I will give an example of a recent case where I was called because the contractor they hired was given a large amount of money to do a renovation to a condominium in Sunny Isles, Florida and never showed up to do the work. After meeting with the building department to see if a permit was obtained, sure enough; it wasn’t. To make things worse, when the lady at the counter asked the name of the contractor (American Contractors) she laughed and mentioned that she has herd of other cases in nearby buildings Oveanview Condominiums 1, 2 & 3, Park West & The Hemisphere Condominiums. This contractor was referred by a friend that lived in a condominium in Aventura, FL. I asked to see the contract and it stated “American Contractors” “Licensed and Insured” and it appeared to be hand written on a 2 part invoice and a scribbled signature that I could not make sense of.

The point of this blog is to make you aware of what to look for, let’s start with a few easy ones:
1. The proposal has to be typed on letter head bearing a physical license number.
2. Clearly states the name of the license holder
3. In my contracts, I always include a copy of my license and insurance. (This makes it easier to look-up the information i.e. license verification.
4. A construction schedule, preferably a Gantt Chart. If the contractor does not have a schedule or just throws out a date. Chances are, there is none?
Construction is no longer about the fancy truck or tool belt; we have subcontractors for this. It’s about management and complying with the technical aspects of construction. With the increased amount of codes being added every year; your contractor should be familiar with them. Because let’s face it – Building Inspectors are and will demand that not only the plans are being followed but the building codes as well.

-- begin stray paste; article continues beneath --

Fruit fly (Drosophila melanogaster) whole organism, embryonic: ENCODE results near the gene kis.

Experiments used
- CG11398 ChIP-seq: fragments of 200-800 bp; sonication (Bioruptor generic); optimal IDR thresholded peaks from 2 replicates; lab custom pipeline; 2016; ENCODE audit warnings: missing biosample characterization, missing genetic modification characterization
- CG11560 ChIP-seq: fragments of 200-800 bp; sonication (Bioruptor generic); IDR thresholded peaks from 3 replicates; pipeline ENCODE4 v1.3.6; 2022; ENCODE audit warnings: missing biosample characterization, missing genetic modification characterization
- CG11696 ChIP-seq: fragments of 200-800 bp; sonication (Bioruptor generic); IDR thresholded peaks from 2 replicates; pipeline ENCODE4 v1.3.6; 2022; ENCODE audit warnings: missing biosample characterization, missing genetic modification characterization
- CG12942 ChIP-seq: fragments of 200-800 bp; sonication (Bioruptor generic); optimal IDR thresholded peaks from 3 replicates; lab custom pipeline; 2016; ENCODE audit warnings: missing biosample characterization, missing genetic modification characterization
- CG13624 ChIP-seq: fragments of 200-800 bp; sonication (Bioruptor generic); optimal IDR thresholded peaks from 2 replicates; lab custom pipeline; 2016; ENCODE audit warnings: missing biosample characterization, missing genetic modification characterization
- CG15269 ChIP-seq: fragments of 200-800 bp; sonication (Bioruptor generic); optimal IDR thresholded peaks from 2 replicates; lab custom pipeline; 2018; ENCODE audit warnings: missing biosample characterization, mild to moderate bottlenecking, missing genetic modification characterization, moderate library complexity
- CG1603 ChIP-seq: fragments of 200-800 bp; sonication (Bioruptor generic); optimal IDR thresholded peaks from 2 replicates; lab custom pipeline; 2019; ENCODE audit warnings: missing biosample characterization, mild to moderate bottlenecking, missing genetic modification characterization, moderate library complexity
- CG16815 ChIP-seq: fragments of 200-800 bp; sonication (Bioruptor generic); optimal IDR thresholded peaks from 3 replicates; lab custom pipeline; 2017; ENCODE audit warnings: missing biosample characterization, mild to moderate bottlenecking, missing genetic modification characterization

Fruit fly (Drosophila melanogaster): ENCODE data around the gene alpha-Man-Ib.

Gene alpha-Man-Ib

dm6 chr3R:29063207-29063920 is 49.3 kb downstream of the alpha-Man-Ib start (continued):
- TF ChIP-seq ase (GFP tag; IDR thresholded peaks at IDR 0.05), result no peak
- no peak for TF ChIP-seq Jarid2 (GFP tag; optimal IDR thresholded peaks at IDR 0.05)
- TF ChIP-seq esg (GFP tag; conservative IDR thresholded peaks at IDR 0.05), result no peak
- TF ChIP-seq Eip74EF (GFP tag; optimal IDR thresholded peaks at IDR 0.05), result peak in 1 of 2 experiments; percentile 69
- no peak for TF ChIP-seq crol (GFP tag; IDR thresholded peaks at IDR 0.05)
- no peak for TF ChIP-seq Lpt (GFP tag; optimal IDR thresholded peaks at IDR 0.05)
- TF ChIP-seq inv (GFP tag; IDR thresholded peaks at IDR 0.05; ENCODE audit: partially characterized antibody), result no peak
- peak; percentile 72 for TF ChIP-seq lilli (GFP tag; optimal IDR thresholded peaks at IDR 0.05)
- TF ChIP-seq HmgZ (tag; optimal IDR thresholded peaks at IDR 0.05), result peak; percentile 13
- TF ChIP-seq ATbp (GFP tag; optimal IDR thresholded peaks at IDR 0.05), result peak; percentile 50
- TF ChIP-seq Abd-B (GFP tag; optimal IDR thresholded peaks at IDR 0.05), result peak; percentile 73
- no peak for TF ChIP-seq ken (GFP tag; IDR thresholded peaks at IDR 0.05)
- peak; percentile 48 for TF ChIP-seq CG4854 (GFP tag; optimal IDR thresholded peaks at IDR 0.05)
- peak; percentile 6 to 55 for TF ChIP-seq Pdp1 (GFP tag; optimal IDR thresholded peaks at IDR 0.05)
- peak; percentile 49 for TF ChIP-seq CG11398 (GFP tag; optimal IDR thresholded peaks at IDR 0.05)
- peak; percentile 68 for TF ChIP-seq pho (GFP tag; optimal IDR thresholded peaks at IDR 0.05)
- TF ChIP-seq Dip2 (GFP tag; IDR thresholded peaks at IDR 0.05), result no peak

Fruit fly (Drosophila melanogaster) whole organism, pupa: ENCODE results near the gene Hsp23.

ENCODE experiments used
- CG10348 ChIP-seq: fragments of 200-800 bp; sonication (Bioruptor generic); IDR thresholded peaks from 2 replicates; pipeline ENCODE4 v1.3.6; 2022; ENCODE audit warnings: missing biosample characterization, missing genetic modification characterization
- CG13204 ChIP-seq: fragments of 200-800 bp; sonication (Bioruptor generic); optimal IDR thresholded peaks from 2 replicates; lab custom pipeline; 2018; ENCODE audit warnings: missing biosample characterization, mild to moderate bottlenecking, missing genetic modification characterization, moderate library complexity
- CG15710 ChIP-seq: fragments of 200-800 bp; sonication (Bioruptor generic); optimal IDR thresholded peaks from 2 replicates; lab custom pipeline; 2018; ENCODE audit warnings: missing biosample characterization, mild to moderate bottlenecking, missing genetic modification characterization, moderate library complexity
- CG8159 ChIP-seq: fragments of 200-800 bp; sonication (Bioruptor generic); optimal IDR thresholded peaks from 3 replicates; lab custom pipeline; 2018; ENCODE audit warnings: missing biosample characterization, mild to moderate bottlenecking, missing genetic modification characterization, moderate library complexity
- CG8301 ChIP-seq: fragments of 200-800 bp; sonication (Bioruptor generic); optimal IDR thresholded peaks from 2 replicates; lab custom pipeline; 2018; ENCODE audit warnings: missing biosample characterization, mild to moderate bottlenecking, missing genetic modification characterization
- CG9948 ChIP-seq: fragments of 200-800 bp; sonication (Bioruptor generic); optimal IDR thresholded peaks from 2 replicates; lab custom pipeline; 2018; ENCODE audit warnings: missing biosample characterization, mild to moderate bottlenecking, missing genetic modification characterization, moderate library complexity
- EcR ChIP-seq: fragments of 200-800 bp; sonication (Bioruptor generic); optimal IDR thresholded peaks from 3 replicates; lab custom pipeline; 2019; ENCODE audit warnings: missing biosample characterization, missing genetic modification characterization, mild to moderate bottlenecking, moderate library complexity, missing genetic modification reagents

Finally, if your contractor is not licensed then he is uninsured and if you signed a contract with a contractor that is using someone else’s license; it will be very hard to get your job done without costly delays.

Please post your comments, share & colaborate with others; GET INFORMED.

www.scavuzzoassoc.com

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Protecting Yourself against Unlicensed Contractors in Florida

I must run into two to three people a week that has hired a contractor and don’t even know if they are licensed or not. I have one such case where the contractor spells out in there hand written proposal “Licensed and Insured”. However, after questioning this contractor, it is found that he is not licensed as a Certified Contractor nor has any insurance. Without boring my readers with the details of the law which I have provided below, the simple question I get is: Why is the license or having insurance so important? Well, let me give an example of a typical scenery.

A Contractor is hired to do work for you, and in this example we will use a condominium as an example. And you have hired this contractor to do work where there will be multiple trades involved and the contract amount is about $100,000 worth of renovations. Moreover, this contractor asks for you to write the check to their personal name and later we will find the reason is because, the contractor  does not have a legal or registered corporation.

As obvious as this example is, most people fall into the same trap. Let’s say 95%

Let’s move on to the fun of construction, the materials are delivered to your condo unit, however, the granite walls in the lobby and elevator is damaged and now you have the property manager calling you. Once you get past that fiasco, one of the workers get injured by falling from a 10′ ladder and has to be taken to the hospital but the worker nor the contractor has any insurance let alone; workman’s comp. Well now you just became responsible for the hospital bill and a potential lawsuit from the family of the injured worker. And since the permit was signed as the Owner/Builder, and the city inspector is not satisfied with the work, another problem mounts to the others. And, to top it off; the contractor has not paid the workers/sub-contractors and now you have liens on top of that. A COMPLETE NIGHTMARE!!

I run into these cases every single day and my first reaction is? Did you not see this coming? No easy answer, but if you are going to go through the trouble of renovating or building; Get Informed! I don’t care what state or county you are building in, one thing is for sure, Con’s will be there. So you need to ask questions. If the person makes you feel the question you just asked is dumb or you just don’t know or understand construction. I guarantee you, they are hiding something. I spend a countless amount of time making sure that my clients are well aware of what they are getting into and answer as many questions and encourage them to email me as questions arise.